In April 2013, Mary Jo White, a former U.S. Attorney, was sworn in as the new Chair of the Securities and Exchange Commission (SEC). At the beginning of her tenure, Chair White promised renewed vigor by the Enforcement Division and the use of increasingly tough prosecutorial tactics. These new prosecutorial tactics include a departure from the “no admit, no deny” policy historically espoused by the SEC and an increased willingness by the agency to take cases to trial or institute administrative proceedings. Although there is a new “top cop” at the SEC with the installment of Chair White, certain trends in SEC enforcement that began under the tenure of the previous SEC Chair, Mary Schapiro, will continue to drive investigations and enforcement actions. In particular, the SEC has sharpened its focus on investigating and pursuing alleged accounting misconduct, violations of the internal controls provisions of the Foreign Corrupt Practices Act (FCPA) and insider trading. With the allure of multimillion-dollar awards available through the SEC’s whistleblower bounty program, which offers whistleblowers who provide original information that leads to an enforcement action between 10 and 30 percent of the SEC’s total recovery, compliance and legal personnel must remain vigilant in ensuring that appropriate controls and policies are in place to prevent misconduct and encourage internal reporting of misconduct.
In July 2013, the SEC announced the creation of a Financial Reporting and Audit Task Force. Chair White emphasized the significance of this initiative as part of the SEC’s goal of covering the whole market. The task force has the dual purpose of improving detection and increasing prosecution of accounting fraud. The SEC’s press release on the task force made clear that the task force’s principal goals are fraud detection and increased pursuit of violations involving false or misleading financial statements and disclosures, with a focus on identifying and exploring areas susceptible to fraudulent financial reporting. The agency plans to accomplish the task force’s goals with the assistance and use of technology-based tools.
The task force will address a variety of issues, including use of reserves, revenue recognition, audit committees and the role of auditors (with particular attention paid to independence issues). According to the SEC, the task force will develop new ways to identify accounting fraud through leading-edge technology such as the new Accounting Quality Model (known informally as “RoboCop”). In addition, the task force will solicit whistleblowers in order to learn about misconduct that would otherwise be difficult or impossible to detect. Unlike similar initiatives in the past to assist the Division of Corporation Finance in advising clients during the comment letter process, the purpose of the Financial Reporting and Audit Task Force will be enforcement rather than prevention. In other words, this effort is not about helping companies spot errors, but rather about playing “gotcha” when there is a corporate foot fault.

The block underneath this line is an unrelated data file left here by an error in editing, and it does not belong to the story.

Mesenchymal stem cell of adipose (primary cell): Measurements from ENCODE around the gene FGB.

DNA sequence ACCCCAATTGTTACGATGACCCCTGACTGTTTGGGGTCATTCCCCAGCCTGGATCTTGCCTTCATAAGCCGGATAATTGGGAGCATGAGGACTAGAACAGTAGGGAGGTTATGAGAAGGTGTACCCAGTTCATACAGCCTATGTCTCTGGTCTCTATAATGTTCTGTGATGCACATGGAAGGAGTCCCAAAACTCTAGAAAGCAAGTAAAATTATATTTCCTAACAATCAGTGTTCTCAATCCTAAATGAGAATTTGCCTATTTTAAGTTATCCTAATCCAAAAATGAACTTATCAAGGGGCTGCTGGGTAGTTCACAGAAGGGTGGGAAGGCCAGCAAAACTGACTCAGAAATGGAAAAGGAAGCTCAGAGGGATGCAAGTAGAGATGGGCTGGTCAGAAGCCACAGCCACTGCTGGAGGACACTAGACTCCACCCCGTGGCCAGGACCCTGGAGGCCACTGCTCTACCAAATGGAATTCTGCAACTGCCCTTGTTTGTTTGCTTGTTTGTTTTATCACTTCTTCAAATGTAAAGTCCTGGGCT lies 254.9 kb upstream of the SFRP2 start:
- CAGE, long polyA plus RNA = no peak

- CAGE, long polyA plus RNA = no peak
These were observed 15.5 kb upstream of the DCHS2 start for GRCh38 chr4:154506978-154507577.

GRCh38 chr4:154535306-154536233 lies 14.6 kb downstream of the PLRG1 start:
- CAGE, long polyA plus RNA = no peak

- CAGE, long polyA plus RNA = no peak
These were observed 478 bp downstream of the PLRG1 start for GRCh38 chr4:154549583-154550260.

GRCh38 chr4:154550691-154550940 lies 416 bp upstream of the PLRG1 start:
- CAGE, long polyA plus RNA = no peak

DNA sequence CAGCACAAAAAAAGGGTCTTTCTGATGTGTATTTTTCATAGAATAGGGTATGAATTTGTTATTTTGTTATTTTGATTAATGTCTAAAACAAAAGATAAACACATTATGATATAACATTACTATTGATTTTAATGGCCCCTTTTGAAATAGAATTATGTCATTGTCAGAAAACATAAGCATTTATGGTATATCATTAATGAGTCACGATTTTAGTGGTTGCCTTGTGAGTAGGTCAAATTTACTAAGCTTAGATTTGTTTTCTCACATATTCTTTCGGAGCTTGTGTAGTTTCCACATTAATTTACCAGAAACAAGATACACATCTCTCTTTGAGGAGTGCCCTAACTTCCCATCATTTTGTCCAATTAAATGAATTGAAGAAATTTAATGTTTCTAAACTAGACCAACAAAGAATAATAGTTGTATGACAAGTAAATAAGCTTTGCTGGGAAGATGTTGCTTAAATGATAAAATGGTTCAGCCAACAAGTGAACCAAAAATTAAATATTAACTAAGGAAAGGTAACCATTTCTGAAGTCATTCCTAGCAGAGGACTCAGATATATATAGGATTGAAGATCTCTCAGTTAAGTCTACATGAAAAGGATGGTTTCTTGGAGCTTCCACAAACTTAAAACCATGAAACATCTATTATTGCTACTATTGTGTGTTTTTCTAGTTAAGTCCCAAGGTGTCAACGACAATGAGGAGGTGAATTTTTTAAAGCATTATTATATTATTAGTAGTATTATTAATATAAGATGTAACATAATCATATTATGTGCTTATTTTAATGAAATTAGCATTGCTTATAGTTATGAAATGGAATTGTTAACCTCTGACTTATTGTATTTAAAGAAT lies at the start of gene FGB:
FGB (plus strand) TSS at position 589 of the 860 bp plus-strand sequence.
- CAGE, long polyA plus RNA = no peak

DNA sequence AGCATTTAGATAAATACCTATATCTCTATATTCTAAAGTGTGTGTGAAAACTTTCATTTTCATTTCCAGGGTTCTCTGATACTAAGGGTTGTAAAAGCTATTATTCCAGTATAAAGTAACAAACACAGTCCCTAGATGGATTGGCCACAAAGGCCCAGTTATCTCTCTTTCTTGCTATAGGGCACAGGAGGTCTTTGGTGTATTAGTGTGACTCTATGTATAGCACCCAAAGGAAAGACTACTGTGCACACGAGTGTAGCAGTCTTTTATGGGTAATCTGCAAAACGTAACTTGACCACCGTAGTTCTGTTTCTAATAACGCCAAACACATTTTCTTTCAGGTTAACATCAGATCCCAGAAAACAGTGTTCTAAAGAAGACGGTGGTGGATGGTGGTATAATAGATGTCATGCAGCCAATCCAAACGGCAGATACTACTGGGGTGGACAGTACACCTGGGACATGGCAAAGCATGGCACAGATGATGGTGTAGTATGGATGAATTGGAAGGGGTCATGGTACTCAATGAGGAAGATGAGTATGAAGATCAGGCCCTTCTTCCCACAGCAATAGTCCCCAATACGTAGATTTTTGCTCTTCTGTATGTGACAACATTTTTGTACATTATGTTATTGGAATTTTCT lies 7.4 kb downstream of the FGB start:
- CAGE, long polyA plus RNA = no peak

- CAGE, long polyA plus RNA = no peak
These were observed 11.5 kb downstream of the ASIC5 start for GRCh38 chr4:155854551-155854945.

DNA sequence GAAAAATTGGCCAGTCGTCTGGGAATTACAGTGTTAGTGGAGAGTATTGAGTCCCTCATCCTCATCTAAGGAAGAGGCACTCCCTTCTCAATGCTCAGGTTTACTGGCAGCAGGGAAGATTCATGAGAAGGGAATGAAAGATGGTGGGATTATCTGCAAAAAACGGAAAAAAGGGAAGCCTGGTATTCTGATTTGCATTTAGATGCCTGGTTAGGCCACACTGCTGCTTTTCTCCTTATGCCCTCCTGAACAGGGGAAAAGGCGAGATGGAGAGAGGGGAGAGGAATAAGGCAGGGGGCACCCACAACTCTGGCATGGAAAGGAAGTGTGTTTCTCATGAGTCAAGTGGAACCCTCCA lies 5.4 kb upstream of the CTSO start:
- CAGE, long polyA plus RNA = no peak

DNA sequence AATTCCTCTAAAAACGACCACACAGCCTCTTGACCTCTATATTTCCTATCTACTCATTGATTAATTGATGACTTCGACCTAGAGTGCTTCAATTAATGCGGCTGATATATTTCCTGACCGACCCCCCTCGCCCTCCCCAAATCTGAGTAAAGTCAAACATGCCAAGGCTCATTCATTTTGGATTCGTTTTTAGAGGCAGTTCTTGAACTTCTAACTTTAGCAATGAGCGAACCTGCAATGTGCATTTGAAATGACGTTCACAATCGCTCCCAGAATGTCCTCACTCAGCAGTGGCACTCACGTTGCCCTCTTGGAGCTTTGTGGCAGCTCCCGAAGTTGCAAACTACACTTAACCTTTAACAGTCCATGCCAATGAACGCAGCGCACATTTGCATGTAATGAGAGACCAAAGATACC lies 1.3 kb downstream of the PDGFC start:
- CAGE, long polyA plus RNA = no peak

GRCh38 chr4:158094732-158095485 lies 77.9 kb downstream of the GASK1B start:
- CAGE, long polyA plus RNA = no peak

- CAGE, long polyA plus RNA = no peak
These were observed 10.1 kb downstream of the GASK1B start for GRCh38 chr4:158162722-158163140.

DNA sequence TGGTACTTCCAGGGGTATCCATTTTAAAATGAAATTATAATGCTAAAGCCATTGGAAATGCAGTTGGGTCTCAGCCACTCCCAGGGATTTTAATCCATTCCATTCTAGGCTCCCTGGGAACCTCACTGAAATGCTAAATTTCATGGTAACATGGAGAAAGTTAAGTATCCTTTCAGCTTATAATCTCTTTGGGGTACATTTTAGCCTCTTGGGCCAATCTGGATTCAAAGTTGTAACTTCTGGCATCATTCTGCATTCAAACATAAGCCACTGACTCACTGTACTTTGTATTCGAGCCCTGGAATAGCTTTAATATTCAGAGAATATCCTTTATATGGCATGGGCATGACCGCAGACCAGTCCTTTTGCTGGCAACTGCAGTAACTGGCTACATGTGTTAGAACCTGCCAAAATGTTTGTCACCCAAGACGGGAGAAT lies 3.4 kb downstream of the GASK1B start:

Although the SEC’s announcement came only a few months ago, related enforcement efforts are already evident. In November 2013, for example, the SEC charged the audit firm Sherb & Co. LLP and four of its accountants with having made false representations in connection with the audits of three China-based companies.
In light of these developments, compliance personnel, audit committees and other bodies of corporate governance should consider reviewing their company’s accounting policies, practices and personnel to attempt to minimize the chance that the SEC will scrutinize the company’s accounting. In particular, companies should consider taking the following measures:
- Audit. Vet complex accounting issues with outside auditors and direct internal auditors to review the application of GAAP (generally accepted accounting principles) to the company’s accounting policies and practices. This will help ensure that significant accounting judgments are well documented.
- Training and Policies. Periodically train lower-level accounting personnel. Reiterate an institutional commitment to ethical conduct related to accounting. Ensure the independence of controller functions from business functions and review compensation policies for financial personnel to de-link compensation from accounting judgments.
- Hotline. Install (and publicize the availability of) a “hotline” and other tools to allow confidential reporting of suspected wrongdoing to senior management and other key governance bodies. Promptly investigate any suspicions of wrongdoing or inaccurate accounting.
FCPA Internal Controls Requirements
In recent years, the number of FCPA enforcement actions initiated by the DOJ (Department of Justice) and the SEC that include an internal controls charge has increased, seeming to signal a shift toward a broader application of the internal controls provision of the Act. Directors, in addition to executives, may be targets of enforcement actions because they have a duty to attempt, in good faith, to ensure the existence of an adequate corporate information and reporting system. Failure to do so under some circumstances may, in theory at least, render a director liable for losses caused by non-compliance with applicable legal standards related to internal controls.
There is real concern that the DOJ and SEC may be setting the stage to charge independent directors and members of audit committees for knowingly failing to implement and/or maintain systems of internal accounting controls sufficient to provide reasonable assurances that transactions and assets are properly authorized and recorded. In particular, directors may face internal controls charges for failing to implement the controls necessary to prevent improper payments, even in instances where the director himself or herself is not aware of the improper payment itself.